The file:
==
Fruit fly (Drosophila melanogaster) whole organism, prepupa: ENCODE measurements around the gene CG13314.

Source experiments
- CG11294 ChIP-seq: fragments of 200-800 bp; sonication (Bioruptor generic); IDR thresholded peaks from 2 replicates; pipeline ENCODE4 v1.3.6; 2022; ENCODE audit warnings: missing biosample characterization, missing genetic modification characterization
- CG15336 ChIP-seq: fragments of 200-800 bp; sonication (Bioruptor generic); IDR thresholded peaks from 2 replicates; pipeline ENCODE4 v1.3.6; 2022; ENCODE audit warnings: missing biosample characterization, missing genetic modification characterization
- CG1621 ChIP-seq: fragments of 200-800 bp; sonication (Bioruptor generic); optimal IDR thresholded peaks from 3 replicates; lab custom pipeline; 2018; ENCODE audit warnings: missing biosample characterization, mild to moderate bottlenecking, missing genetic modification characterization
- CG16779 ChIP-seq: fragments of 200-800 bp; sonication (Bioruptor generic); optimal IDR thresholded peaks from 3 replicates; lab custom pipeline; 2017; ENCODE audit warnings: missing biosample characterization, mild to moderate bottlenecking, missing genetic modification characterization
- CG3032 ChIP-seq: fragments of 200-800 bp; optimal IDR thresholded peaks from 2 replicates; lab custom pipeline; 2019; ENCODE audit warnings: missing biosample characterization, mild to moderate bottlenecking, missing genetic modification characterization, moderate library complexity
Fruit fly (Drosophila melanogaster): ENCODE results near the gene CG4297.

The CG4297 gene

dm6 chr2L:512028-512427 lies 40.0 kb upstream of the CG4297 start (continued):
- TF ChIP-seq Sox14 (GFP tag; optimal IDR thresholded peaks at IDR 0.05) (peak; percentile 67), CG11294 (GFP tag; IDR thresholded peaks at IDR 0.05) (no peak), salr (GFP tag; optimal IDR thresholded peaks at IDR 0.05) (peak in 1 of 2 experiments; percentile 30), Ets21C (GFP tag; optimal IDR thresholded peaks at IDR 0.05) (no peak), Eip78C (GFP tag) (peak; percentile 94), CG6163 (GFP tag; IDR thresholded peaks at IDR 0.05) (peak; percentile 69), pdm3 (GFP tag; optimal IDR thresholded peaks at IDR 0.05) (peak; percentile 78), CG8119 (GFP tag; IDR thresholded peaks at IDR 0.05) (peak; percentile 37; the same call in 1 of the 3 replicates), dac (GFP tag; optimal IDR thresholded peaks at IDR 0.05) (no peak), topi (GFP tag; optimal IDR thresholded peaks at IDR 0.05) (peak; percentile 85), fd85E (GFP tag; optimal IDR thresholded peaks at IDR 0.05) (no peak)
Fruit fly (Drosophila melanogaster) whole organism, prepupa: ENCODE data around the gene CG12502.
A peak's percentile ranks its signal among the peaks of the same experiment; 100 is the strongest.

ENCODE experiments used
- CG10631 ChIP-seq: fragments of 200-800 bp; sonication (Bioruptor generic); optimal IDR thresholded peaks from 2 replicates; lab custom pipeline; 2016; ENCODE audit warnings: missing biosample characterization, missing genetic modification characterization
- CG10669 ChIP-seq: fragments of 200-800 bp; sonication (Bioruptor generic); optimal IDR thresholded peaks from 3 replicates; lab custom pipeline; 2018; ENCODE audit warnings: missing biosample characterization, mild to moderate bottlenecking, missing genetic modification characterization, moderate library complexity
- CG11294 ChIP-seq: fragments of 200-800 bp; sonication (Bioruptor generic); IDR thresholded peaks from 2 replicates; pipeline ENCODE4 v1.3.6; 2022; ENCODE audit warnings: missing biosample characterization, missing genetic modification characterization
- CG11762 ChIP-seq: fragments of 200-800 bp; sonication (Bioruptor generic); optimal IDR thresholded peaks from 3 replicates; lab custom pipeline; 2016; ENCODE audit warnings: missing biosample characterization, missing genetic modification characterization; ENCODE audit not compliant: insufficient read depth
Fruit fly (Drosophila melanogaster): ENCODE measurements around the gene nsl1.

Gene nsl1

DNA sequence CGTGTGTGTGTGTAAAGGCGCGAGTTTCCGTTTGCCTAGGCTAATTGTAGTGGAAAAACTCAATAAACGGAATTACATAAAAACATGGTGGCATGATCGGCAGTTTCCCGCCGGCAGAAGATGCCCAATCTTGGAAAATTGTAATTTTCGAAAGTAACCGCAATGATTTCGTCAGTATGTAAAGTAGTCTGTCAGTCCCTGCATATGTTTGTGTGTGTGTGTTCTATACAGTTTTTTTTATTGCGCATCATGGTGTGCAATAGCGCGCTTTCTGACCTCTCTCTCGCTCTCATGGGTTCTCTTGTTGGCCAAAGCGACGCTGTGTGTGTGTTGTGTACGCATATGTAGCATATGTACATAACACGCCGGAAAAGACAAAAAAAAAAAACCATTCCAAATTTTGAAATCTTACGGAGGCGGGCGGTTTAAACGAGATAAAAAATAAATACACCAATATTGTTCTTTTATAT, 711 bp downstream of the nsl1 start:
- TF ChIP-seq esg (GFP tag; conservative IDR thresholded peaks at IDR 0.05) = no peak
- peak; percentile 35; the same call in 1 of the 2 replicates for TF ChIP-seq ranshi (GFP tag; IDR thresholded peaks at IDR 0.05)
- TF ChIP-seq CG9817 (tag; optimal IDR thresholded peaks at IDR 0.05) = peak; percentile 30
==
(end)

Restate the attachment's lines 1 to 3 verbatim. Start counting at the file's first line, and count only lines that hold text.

Fruit fly (Drosophila melanogaster) whole organism, prepupa: ENCODE measurements around the gene CG13314.

Source experiments
- CG11294 ChIP-seq: fragments of 200-800 bp; sonication (Bioruptor generic); IDR thresholded peaks from 2 replicates; pipeline ENCODE4 v1.3.6; 2022; ENCODE audit warnings: missing biosample characterization, missing genetic modification characterization